yeah, i know that about judo. the best judo throw for mma from my own experience is tomoe nage, which is easy to pull off if you manage to bend someone at the waist while contorling his head.
  9. ubermint

    ubermint Banned Banned

    Shuai Chiao is the whipping boy of grappling, and rightly so.
  10. gedhab

    gedhab Valued Member

    Chinese wrestling. :)
  11. Kwan Jang

    Kwan Jang Valued Member

    First, if you look at judo for self-defense, ou need to look at it in it's original combat form (though I admit it's hard to find instructors who still teach this). Since it's inclusion as an Olympic sport, the VAST majority of judoka practice what will be effective for winning competition under the rules of competition. This is very natural, but can be adjusted for very easily in your training. I've had the pleasure of "playing" with members of the US Olympic Judo team as well as Olympic wrestlers. I've also rolled around with an trained with some of the Gracies and UFC champs. The principles are the same, they wil just adjust for the rule set they are working for in competition.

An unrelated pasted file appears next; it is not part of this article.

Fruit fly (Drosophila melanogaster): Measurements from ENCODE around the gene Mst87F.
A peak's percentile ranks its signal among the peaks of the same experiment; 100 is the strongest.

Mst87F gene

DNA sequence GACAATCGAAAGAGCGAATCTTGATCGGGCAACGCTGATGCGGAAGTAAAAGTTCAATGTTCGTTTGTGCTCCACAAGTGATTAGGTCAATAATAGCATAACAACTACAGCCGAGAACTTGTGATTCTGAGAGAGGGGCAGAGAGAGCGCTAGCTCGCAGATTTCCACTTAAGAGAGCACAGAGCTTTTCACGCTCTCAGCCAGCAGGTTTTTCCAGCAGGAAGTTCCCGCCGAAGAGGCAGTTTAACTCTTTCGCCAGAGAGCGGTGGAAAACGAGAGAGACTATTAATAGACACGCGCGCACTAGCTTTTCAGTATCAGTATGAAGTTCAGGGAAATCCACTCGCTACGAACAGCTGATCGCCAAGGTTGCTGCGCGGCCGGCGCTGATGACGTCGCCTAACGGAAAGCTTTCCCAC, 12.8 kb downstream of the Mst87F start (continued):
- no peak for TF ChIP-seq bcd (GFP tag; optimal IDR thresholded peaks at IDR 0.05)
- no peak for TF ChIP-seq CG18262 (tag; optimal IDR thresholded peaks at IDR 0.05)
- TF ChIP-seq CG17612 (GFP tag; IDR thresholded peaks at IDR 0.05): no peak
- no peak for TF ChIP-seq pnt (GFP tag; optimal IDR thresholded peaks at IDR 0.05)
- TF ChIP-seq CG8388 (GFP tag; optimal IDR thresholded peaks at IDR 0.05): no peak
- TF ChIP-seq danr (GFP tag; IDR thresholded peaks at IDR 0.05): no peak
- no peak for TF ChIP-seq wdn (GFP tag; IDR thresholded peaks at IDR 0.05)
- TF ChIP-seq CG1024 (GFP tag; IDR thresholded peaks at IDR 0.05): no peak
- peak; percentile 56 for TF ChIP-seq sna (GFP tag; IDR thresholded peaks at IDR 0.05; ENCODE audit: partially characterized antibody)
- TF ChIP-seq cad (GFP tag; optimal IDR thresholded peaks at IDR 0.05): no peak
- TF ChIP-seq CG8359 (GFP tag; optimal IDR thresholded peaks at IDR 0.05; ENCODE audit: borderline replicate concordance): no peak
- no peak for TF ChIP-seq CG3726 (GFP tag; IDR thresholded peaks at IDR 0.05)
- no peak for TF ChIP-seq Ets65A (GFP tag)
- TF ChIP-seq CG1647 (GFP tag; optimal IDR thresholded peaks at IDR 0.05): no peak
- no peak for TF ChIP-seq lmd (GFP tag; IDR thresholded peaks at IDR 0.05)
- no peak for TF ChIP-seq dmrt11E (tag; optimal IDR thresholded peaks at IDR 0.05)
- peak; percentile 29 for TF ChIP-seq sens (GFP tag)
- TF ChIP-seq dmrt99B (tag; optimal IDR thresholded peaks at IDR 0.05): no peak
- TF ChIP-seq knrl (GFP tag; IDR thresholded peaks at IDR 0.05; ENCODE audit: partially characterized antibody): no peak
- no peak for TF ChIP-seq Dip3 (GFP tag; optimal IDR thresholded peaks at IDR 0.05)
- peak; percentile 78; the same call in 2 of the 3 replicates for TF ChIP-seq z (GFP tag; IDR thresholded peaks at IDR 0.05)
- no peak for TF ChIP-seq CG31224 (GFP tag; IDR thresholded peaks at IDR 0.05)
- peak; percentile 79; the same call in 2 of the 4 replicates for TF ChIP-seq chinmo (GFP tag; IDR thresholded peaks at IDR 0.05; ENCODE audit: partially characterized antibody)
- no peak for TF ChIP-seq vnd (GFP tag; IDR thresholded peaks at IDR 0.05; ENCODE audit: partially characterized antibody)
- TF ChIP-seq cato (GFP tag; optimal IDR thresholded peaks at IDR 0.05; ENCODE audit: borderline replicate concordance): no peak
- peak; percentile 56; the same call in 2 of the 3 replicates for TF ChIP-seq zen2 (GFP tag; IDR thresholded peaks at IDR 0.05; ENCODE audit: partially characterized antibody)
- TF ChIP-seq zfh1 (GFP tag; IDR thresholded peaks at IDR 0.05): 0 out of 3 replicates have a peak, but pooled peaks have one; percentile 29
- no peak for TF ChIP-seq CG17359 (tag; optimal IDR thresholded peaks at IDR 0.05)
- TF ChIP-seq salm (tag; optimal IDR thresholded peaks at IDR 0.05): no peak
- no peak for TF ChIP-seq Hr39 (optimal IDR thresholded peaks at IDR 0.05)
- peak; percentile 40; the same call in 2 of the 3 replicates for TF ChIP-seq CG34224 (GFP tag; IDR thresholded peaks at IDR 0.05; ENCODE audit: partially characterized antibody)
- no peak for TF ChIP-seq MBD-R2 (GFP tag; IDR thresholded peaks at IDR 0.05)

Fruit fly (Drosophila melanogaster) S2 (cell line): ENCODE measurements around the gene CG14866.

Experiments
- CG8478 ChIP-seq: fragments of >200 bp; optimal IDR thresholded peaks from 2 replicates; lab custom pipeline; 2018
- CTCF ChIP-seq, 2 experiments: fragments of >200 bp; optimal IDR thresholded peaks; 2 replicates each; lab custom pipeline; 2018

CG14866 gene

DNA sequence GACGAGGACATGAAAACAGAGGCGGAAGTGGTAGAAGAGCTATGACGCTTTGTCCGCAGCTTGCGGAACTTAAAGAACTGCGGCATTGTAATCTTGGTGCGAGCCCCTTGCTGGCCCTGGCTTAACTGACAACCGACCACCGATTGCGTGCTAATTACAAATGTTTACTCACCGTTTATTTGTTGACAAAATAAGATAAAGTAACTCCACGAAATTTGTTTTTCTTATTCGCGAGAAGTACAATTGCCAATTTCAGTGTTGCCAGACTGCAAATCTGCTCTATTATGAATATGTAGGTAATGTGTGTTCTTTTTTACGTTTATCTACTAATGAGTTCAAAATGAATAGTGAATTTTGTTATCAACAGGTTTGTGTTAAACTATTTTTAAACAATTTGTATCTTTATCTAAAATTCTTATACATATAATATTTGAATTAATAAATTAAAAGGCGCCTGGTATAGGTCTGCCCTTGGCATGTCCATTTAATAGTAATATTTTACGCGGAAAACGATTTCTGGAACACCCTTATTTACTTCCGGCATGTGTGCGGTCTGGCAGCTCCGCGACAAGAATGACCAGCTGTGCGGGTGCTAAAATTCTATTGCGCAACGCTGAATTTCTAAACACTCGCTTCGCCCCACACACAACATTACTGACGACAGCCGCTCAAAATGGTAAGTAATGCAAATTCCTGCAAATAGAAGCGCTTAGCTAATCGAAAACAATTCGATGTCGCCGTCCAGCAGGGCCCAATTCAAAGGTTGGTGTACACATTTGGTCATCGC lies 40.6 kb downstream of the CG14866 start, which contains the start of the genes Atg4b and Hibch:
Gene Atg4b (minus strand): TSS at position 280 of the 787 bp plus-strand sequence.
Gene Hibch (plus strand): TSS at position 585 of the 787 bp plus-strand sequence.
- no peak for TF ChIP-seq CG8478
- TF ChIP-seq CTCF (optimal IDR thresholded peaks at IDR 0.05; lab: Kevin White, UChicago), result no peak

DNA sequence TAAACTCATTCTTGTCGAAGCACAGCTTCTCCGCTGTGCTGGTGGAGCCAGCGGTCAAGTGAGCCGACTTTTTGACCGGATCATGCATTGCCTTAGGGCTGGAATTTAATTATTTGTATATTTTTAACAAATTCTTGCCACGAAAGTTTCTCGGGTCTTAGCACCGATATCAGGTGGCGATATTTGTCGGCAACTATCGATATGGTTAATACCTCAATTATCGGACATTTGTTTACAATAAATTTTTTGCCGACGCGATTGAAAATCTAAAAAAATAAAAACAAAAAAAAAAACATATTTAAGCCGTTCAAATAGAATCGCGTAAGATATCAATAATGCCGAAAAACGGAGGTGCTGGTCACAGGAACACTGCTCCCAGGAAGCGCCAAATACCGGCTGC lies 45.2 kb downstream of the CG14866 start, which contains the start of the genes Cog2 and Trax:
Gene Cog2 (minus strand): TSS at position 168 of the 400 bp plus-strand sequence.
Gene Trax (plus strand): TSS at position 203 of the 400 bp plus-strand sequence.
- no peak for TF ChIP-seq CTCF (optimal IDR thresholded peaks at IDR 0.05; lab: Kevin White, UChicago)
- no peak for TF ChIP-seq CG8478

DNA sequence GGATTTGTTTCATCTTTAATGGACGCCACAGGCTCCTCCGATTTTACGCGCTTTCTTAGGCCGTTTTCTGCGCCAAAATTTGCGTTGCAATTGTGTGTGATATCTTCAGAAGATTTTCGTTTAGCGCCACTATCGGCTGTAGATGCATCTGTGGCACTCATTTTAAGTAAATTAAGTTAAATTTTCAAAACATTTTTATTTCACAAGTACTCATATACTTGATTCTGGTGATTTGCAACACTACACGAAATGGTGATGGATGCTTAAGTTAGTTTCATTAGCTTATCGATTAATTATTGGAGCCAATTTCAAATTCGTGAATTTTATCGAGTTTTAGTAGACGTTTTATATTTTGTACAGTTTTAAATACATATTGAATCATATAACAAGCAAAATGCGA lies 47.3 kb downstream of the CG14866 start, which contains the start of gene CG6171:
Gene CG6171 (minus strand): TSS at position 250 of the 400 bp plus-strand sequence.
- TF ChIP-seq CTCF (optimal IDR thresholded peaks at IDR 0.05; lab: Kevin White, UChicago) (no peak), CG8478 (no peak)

While I'm at it, let me go ahead and alienate a bunch of other people. I honestly see groundfighting as being basically the same (principle-wise)as stand-up except that ground work has a stronger base, but lacks mobility.

    P.S.-I do believe in both stand-up grappling and ground striking.
  12. Juego Todo

    Juego Todo Stay thirsty, my friends.

    Excellent thread & posts. My only contribution consists of 2 words:

    "Hidehiko Yoshida".

  13. Timmy Boy

    Timmy Boy Man on a Mission

    I don't think you *need* to do original judo for self defence, all you really need to do is a bit of boxing to cover striking (and therefore anti-striking).

    And yes, Yoshida rocks!
  14. Linguo

    Linguo Valued Member

    I think the original combat applications were limited to the katas, which are still taught today, though in limited numbers. Kano hadn't developed a way to safely incorporate atemi into randori. As such, striking was not a major feature in Judo. The emphasis had always been on the throws, followed by groundwork. I think cross-training is a better solution to the question of combat applications.

    I do agree that groundfighting and stand-up have very similar principles. Posture, hip movement, and body positioning are just a few examples of principles that are important for both standup and groundwork.
  15. jms137

    jms137 New Member



    what an interesting thread!

    I think Judo is poo-pooed too much.

    'Gi' issue: